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Wednesday, June 22, 2016

The Skeleton of an Artist's Dog.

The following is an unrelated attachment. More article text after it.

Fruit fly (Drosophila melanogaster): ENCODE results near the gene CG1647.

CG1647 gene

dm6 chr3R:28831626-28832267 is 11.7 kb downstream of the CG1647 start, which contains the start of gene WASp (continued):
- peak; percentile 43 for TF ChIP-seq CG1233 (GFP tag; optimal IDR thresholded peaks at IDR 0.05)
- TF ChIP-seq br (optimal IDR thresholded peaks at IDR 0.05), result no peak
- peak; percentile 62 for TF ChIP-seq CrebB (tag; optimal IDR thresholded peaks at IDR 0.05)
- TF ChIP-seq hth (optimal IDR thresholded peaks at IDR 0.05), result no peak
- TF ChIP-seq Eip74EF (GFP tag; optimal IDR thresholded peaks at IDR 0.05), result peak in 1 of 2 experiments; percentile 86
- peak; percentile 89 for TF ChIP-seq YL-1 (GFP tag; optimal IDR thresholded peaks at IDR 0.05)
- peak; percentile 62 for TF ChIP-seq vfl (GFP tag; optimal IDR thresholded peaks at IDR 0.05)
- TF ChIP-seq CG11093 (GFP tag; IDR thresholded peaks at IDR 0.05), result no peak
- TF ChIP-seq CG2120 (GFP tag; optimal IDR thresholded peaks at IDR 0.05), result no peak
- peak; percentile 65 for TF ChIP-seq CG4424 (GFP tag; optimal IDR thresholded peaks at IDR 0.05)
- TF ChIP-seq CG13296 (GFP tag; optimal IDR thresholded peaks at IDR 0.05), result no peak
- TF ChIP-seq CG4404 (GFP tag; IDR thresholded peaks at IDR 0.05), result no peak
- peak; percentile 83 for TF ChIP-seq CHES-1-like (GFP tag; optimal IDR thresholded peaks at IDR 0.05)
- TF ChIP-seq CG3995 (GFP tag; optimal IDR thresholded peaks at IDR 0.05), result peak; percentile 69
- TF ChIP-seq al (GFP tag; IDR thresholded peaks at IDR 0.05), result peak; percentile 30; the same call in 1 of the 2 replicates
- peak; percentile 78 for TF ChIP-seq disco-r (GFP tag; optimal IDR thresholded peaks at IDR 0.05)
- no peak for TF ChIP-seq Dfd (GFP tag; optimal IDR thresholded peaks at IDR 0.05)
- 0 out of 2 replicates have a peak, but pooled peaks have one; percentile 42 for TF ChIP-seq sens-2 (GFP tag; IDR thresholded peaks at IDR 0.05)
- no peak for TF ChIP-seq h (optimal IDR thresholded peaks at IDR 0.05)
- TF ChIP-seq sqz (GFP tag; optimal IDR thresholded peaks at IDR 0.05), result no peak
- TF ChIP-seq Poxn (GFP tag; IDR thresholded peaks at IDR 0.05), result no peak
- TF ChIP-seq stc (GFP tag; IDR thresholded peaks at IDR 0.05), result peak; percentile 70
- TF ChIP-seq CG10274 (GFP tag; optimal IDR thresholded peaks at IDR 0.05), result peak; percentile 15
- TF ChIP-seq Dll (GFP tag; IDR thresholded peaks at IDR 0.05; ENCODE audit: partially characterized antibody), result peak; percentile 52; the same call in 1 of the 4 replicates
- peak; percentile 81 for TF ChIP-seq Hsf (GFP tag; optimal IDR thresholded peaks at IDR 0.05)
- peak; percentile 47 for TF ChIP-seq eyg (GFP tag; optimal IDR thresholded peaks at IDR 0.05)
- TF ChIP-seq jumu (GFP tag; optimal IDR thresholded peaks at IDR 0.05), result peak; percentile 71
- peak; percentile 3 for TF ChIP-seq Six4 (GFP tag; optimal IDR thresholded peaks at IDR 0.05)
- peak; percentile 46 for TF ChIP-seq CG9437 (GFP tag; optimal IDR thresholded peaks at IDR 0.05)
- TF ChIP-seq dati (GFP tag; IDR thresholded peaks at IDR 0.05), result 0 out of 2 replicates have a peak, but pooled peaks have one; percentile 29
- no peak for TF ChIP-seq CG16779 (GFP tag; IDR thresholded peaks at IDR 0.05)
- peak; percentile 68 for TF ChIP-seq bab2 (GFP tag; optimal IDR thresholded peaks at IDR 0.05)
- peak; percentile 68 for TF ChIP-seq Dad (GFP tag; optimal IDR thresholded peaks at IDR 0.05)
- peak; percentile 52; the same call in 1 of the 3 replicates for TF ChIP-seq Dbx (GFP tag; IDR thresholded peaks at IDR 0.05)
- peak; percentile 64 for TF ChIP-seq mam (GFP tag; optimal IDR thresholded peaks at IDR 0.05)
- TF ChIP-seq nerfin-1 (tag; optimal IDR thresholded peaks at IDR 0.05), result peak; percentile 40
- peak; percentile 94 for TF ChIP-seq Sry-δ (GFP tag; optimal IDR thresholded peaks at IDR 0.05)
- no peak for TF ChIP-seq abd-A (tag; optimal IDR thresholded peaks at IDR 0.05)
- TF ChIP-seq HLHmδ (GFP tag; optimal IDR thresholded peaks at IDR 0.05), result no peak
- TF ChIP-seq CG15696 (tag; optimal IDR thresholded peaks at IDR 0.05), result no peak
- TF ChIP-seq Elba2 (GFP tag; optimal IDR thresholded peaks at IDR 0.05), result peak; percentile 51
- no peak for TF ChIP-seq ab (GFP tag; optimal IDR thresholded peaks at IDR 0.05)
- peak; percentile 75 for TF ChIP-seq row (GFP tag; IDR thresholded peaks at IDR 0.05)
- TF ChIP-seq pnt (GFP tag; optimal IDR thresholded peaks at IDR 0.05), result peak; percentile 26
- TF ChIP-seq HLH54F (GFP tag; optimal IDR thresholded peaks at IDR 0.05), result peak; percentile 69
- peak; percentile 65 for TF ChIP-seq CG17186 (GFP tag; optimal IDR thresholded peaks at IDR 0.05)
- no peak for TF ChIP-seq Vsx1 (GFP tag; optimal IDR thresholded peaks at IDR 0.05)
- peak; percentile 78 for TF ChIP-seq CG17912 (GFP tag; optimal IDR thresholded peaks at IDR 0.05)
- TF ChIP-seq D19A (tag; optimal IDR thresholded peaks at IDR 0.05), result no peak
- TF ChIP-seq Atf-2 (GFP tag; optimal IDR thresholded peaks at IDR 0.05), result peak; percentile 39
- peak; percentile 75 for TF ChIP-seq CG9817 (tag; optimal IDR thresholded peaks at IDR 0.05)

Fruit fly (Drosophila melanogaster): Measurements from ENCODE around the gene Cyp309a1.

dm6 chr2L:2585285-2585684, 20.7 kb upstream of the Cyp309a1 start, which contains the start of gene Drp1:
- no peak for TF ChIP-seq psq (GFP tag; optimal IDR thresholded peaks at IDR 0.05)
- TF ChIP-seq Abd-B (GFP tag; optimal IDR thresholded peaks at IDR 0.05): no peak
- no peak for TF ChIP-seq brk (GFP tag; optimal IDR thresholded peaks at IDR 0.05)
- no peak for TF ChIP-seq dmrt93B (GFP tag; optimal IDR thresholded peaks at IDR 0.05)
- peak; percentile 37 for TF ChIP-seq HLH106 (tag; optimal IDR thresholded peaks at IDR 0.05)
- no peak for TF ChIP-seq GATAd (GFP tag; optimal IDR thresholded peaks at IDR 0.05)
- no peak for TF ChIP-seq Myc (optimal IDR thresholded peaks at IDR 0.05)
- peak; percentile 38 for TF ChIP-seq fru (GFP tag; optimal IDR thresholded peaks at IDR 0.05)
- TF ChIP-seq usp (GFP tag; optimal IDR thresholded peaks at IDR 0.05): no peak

The more closely you look at grammar, the more precisely you attempt to formulate language regularities, the more your list of “exceptions” grows. You are forced to face the fact that no system of grammatical regularities covers the whole system. It cannot ultimately be reduced to laws. The grammar of the universe is written in math. And apparently the same thing applies here: the better your math, the more closely you observe, the farther away the total system gets. (Paradoxically the more you cover the less gets covered, or is it just that the further you spread you tarp, the larger the field is revealed to be?) It is the familiar problem of the particle and the wave or of general and special relativity. Reality, to follow and perhaps expand the metaphor of Schrodinger’s Cat, does seem to exist not only when but also only as you look at it. (It’s not just neither alive nor dead it’s not even a cat until you open the box.) A word gets its meaning from its use, from the context of other words, at the moment when meaning is inscribed or extracted. Between times there is no meaning. There aren’t even any words. Think of sticks, which are just sticks (sticks that are just sticks do not exist, but you can still think about them) until they are contextualized in some way, as indicators of arboreal infection or the skeleton of an artist’s dog.

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